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Our Research

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Immunoregulation of hepatic metabolism

It has been well appreciated for decades that obesity triggers a state of chronic inflammation in the liver that is associated with metabolic dysfunction. The connection between inflammation and metabolism has been suggested to involve the actions of proinflammatory cytokines secreted by infiltrating immune cells. However, anti-inflammatory strategies targeting cytokines have consistently proven to be ineffective at improving insulin action and metabolic function. Thus, the mechanism by which inflammatory factors directly trigger metabolic dysfunction remains an unanswered fundamental biological question. 

We have been interested in identifying the transcription factors and pathways that mediate the effects of inflammation on metabolism and have focused on members of the interferon regulatory factor (IRF) family. The nine mammalian IRFs have been implicated in almost every aspect of immunity, and IRF3 in particular, has been implicated in metabolic processes including adipogenesis and thermogenesis. Our lab was the first to define the role of IRF3 in liver metabolic function. By integrating the IRF3-dependent transcriptome and cistrome in mouse hepatocytes, we showed that IRF3 is a direct transcriptional regulator of glucose homeostasis through induction of Ppp2r1b, a component of serine/threonine phosphatase PP2A, and subsequent suppression of glucose production. We identified a previously unknown hepatic IRF3-PPP2R1B axis as a causal link between obesity-induced inflammation and dysglycemia and suggested an approach for limiting the metabolic dysfunction accompanying obesity-associated NAFLD.


We are currently pursuing several lines of investigation related to the actions of IRF3, including: (a) What are the tissue-specific roles of IRF3 in macrophages (Kupffer cells)? (b) Is IRF3 required for the development of steatosis? (c) What are the critical downstream target genes of IRF3 in liver, and how do they impact metabolic function? (d) What are the key IRF3-mediated post-translational modifications (ISGylation) that influence hepatic metabolism?

Role of gap junction intercellular communication in liver disease

Cell–cell communication can be categorized by its dependency on contact. Contact-independent signaling is ideal for long-range communication whereas contact-dependent signaling is best suited for spatially localized rapid communication. Gap junction intercellular communication represents an elegant mechanism for enabling direct communication between neighboring cells. Gap junctions are assemblies of intercellular channels composed of connexin (Cx) proteins. A functional channel is formed when a hemichannel from one subset assembles with a hemichannel of the same subset from an adjacent cell. The resulting gap junctions directly connect the cytosol of the coupled cells, allowing the exchange of ions, nutrients, and secondary messengers for the maintenance of tissue homeostasis. In the liver however, the role of gap junction intercellular communication remains poorly understood.


Our lab showed that connexin 32 (Cx32), a key hepatic gap junction protein, is an essential mediator of both acute and chronic liver injury. Inhibiting Cx32 gap junctions in the liver protected against drug-induced liver injury (DILI). We identified a small molecule inhibitor of Cx32 as a novel hepatoprotectant that phenocopies Cx32 deficient mice when co-administered with known hepatotoxic drugs, like acetaminophen. We also demonstrated that Cx32 deficiency protects against liver injury, inflammation, and fibrosis in three murine models of NAFLD. Using a histologically characterized cohort of 362 patients with NAFLD, we showed that hepatic Cx32 expression associates with NAFLD activity score. Lastly, we demonstrated that Cx32 deficiency also protects against alcohol-induced liver injury by limiting the intercellular spread of cGAS-derived cGAMP and IRF3 activation. Taken together, our lab established hepatic gap junctions as critical players in promoting liver disease, and developed a new therapeutic strategy for limiting liver injury.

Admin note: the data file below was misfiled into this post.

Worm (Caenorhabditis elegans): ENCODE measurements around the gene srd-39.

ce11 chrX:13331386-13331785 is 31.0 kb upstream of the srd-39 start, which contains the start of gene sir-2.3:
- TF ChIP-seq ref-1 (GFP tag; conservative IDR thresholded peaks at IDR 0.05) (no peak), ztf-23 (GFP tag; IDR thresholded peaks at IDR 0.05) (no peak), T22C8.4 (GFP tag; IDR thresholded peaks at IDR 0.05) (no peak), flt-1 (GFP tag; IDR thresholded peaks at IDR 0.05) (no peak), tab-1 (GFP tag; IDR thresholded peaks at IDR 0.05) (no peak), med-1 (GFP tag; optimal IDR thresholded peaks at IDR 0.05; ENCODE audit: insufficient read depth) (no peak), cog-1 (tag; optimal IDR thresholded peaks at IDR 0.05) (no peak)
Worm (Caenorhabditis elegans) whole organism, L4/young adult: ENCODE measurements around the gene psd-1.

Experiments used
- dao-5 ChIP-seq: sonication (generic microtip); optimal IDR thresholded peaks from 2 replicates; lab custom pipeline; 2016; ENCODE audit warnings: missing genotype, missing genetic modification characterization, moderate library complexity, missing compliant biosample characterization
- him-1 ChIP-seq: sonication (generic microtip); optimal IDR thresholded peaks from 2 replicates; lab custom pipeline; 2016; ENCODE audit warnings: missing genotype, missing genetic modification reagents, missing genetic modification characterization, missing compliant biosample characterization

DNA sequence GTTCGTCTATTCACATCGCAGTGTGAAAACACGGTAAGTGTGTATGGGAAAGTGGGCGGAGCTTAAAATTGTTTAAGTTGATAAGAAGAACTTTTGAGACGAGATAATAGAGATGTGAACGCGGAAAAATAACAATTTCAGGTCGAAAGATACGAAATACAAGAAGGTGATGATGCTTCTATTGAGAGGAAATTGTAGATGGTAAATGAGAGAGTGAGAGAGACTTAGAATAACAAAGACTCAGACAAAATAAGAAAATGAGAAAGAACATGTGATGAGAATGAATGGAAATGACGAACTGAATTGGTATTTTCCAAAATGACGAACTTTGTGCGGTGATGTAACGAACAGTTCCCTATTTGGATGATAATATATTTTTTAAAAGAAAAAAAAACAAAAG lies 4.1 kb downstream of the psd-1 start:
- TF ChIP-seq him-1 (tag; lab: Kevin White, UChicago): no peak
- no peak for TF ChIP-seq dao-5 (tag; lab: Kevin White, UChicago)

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Innate immune sensing of DNA


Double-stranded DNA (dsDNA) derived from host, viral, or bacterial sources elicits a potent innate immune response by activating a TLR-independent cytosolic DNA sensor. We began investigating how dsDNA is sensed by eukaryotic cells in 2009. At that time the enigmatic cytosolic DNA sensor (now known as cGAS) had not yet been discovered. The signaling pathway downstream of cGAS, including STING, also remained a mystery.


We developed stable GFP reporters to study the complex spatiotemporal activation patterns of two key transcription factors in innate immunity: Nuclear factor-KappaB (NF-kB) and IRF3. We demonstrated that dsDNA-induced NF-kB activation is actually dependent on TNFa secretion, and that dsDNA stimulates TNFa secretion through activation of IRF3. We also showed that dsDNA stimulation induces the formation of multicellular colonies of IRF3-activated cells that collectively expressed more than 95% of critical secreted cytokines, including IFNb and TNFa. Gap junction communication was necessary for the formation of these IRF3 active colonies, and blocking gap junctions with genetic specificity limited the secretion of IFNb and TNFa, and the corresponding antiviral state. Our findings described a previously unknown intercellular signaling pathway triggered by cytosolic dsDNA sensing and provided evidence for the first time that gap junction communication is critical for the amplification of antiviral and inflammatory responses.

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